Gadgets And Gizmos


Nokia has just unveiled the HF-300 speakerphone that was specially designed for those who hit the road frequently, as evident by the sun visor clip that mounts it above your head complete with a battery to eliminate the need for a car charger. You can also place the HF-300 on the dashboard or desk, since its rubber feet prevent it from slipping all too easily. The Nokia HF-300 boasts up to 20 hours of continuous talktime, preserving energy by turning itself off after 5 minutes without a Bluetooth connection.


The WildCharge wireless charging mat gets plugged into an outlet, and any electronic device placed on it gets juiced up through the magic of electromagnetic induction. Yeah, electric toothbrushes have been doing this for some time, but it looks like it’s about to make the long overdue jump into mainstream gadgetry. The obvious downside at this point is that you have to get an adapter for each of your devices to allow them to take advantage of the induction field, unless you already have something that’s WildCharge enabled.

The pad itself is a svelte sub-0.1″ thin, and will charge as many gadgets as you can stuff onto it. There are a few missing specs, such as exactly how much power this thing can pump out. The cost hasn’t been released, but it should be available “at a cost competitive with standard aftermarket cellular phone or laptop computer chargers.”


Sony is giving the competition something to think about with its 2.5″ OLED screen made from a glass substrate, enabling you to bend the screen casually. This wafer-thin display will probably find practical use inside futuristic, high-tech magazines as an advertisement channel or other social products such as cellphones. Organic TFT technology is utilized to keep the clarity intact despite measuring just 0.3mm thick. This flexi-OLED display has a resolution of 120 x 169 pixels and weighs a mere 1.5 grams.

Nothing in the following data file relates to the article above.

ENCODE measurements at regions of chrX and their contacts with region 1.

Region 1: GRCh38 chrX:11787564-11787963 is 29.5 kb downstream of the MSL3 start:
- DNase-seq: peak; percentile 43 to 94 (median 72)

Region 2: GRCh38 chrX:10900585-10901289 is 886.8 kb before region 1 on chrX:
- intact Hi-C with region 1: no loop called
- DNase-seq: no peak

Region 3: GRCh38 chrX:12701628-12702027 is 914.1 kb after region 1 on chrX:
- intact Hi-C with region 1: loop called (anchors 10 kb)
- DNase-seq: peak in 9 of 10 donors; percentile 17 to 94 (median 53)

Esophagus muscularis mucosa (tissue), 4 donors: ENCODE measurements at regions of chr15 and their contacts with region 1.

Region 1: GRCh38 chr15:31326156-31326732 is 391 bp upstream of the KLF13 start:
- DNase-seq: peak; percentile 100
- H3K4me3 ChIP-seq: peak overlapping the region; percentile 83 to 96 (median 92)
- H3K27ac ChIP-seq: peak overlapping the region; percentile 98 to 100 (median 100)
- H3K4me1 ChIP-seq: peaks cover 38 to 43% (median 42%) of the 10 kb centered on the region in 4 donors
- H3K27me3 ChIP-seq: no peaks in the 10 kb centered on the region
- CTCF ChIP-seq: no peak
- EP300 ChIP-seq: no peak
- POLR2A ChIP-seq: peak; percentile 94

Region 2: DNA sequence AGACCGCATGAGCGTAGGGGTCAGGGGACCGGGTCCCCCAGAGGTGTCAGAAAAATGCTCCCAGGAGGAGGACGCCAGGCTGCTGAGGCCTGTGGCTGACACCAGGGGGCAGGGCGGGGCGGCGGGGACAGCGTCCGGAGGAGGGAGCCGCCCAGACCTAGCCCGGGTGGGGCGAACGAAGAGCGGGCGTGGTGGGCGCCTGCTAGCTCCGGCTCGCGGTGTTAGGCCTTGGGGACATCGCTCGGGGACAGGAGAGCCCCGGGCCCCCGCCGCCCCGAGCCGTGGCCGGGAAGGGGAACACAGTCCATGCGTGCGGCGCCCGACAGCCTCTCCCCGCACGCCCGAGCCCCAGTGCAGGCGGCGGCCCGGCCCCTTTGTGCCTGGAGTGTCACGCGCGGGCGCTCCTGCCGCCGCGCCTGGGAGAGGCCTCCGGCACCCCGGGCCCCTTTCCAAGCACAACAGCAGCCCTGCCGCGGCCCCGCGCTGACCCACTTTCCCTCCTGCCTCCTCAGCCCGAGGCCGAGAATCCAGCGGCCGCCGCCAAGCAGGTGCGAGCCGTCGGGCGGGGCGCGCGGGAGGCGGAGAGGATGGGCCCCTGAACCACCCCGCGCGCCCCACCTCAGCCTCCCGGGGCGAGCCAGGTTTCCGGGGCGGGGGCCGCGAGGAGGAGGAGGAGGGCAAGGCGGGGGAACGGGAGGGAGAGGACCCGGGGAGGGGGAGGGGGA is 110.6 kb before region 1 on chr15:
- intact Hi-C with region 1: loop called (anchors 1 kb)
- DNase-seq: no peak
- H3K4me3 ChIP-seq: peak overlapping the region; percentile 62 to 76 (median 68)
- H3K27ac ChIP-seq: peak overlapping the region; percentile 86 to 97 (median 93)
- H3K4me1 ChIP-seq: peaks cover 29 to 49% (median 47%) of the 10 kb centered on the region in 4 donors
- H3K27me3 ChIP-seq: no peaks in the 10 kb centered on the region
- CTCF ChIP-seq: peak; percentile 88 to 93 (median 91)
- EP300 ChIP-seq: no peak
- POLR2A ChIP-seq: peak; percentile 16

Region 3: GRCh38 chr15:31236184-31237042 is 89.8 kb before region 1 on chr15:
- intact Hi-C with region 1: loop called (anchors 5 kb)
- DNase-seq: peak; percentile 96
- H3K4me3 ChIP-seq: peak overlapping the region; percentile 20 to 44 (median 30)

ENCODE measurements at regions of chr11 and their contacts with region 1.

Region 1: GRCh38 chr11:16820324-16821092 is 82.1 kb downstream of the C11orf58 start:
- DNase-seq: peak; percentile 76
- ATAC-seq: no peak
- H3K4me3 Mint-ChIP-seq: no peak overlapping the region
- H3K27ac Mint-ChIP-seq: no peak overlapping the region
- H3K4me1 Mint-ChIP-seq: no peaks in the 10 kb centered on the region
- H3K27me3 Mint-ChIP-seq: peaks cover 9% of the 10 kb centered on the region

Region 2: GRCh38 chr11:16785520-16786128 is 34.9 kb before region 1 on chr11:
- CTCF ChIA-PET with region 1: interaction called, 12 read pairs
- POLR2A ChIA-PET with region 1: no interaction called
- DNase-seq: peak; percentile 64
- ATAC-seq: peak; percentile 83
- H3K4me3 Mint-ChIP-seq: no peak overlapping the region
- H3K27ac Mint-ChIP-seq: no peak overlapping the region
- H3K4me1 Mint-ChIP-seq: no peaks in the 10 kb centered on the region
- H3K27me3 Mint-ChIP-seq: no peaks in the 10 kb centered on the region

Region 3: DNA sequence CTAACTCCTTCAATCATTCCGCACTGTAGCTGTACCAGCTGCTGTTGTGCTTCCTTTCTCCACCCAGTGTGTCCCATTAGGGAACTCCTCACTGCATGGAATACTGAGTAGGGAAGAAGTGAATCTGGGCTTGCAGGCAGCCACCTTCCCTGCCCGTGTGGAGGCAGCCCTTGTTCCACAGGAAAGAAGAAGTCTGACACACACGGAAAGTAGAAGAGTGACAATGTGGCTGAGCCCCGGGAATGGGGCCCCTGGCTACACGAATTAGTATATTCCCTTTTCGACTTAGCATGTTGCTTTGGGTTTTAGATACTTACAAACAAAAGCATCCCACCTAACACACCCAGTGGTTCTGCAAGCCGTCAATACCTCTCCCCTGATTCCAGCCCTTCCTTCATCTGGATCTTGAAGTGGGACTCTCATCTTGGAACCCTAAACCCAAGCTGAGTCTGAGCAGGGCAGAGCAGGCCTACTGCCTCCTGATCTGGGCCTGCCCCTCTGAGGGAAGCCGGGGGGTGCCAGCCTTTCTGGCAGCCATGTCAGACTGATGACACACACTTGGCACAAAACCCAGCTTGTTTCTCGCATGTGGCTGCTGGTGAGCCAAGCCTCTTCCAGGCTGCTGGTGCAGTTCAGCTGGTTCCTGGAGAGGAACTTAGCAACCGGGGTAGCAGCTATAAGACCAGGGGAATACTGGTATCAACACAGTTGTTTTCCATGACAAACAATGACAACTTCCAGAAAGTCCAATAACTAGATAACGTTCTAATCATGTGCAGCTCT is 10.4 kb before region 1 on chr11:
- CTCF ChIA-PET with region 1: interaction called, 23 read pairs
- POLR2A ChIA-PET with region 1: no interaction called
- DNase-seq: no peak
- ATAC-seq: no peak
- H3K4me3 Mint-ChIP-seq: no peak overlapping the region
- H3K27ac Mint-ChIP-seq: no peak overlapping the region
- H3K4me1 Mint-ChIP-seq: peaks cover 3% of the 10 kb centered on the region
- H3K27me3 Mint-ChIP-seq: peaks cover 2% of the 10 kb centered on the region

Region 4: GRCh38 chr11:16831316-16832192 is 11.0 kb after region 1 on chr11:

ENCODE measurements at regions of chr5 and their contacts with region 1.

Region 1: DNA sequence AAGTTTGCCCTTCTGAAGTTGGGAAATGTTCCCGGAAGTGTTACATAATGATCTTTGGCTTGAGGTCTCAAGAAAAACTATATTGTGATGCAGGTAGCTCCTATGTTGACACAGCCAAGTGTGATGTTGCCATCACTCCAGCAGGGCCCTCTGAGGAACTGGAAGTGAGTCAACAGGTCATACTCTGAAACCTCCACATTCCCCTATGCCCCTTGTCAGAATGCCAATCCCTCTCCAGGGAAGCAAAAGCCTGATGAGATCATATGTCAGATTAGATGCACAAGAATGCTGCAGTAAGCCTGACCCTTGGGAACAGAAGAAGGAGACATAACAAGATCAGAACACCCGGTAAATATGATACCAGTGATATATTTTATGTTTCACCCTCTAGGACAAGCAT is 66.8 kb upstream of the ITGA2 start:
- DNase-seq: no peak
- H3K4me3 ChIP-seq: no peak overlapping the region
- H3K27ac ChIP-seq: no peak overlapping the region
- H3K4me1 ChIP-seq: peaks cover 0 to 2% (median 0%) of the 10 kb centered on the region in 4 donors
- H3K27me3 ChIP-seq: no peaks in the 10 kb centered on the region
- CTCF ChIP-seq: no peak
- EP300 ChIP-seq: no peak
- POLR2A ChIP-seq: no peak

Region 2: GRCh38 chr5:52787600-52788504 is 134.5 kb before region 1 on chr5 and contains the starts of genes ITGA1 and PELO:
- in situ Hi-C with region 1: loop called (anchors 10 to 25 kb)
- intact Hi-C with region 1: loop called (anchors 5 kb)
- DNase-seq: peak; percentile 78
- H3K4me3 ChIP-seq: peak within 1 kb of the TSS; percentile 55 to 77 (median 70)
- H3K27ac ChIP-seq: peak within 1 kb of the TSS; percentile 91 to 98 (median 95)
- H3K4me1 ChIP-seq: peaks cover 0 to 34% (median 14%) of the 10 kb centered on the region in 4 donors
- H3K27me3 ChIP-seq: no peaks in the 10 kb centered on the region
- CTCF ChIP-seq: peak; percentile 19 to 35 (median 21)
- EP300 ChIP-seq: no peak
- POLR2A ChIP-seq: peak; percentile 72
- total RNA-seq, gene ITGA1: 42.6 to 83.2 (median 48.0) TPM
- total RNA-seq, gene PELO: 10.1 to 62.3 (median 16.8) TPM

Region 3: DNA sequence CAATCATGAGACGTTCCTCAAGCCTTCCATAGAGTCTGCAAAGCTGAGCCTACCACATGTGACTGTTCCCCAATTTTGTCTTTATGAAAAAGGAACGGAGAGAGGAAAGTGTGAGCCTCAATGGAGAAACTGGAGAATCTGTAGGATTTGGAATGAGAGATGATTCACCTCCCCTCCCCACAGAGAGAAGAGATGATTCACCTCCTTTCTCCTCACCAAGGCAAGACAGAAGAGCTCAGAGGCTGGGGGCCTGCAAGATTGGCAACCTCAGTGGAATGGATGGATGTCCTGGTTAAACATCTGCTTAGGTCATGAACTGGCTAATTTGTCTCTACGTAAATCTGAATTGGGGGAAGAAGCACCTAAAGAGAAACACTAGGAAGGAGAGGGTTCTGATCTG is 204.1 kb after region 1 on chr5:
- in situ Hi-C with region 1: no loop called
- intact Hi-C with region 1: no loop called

Fancy storing all 13 security applications to keep your computer safe and sound from nasty external attacks and viruses on a single USB flash drive? Yoggie Security Systems has just released such a device known as the Yoggie Pico, giving computer users (notebook or otherwise) full corporate level Internet protection from all types of hacking, virus, malware, worms and other attacks – both current and future – while boosting computer performance by saving CPU, memory and disk space. Prices start from $180 onwards, depending on the Personal or Pro versions.


Linksys now has a Wireless-G USB adapter with a built-in WiFi finder allowing you to locate a hotspot without having to boot up your laptop.

The Wi-Fi Finder detects Wireless-G and Wireless-B networks with a simple push of a button. It displays all pertinent information such as the wireless network’s name (SSID), signal strength, the channel used, and whether wireless security is enabled or not. The information is displayed on an easy-to-read LCD display and can be set up to look for only open networks, all networks, or a specific named network. Discovered networks are listed in order of signal strength.

The adapter also uses search technology that’s smart enough to filter out 2.4GHz interference from microwaves, cordless phones or even Bluetooth devices meaning you’ll only get a list of actual Wireless-G and B networks.

Does it really make a difference what size memory card you use? To your camera, no; to you, however, it could mean the difference between getting the picture you want or running out of space on your memory card.
When choosing the most logical size, take into account how many pictures you usually take at a time. Your needs if you are a world traveler will be different from those of a person who only uses a camera for holiday get-togethers. You also need to decide how big the files are of the pictures you take. Smaller files such as pictures for online will take less space and enable you to fit more on a card. Larger files for printing will need more room.